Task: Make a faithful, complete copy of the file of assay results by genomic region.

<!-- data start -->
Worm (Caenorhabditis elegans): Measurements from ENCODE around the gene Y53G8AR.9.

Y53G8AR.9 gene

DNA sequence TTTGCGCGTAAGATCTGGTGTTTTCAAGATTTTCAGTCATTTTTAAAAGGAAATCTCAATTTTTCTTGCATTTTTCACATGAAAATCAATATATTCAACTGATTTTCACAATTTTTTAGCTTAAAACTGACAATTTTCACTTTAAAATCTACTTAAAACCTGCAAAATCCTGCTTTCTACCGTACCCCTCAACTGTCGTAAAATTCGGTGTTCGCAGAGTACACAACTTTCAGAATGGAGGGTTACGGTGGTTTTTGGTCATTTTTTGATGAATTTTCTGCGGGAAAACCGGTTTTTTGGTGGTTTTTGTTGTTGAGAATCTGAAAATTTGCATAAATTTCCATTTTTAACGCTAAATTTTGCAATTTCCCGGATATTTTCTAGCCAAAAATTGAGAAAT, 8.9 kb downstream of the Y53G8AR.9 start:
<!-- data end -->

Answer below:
Worm (Caenorhabditis elegans): Measurements from ENCODE around the gene Y53G8AR.9.

Y53G8AR.9 gene

DNA sequence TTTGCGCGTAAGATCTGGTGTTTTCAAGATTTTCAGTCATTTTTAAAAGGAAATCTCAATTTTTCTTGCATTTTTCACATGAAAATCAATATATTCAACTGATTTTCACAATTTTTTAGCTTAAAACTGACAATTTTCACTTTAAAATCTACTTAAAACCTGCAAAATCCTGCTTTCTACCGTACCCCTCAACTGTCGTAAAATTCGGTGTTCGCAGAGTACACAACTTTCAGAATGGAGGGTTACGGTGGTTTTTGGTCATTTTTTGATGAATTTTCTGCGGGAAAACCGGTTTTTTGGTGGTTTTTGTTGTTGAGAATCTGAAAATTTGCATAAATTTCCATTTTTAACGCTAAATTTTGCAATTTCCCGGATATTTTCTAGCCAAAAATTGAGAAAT, 8.9 kb downstream of the Y53G8AR.9 start: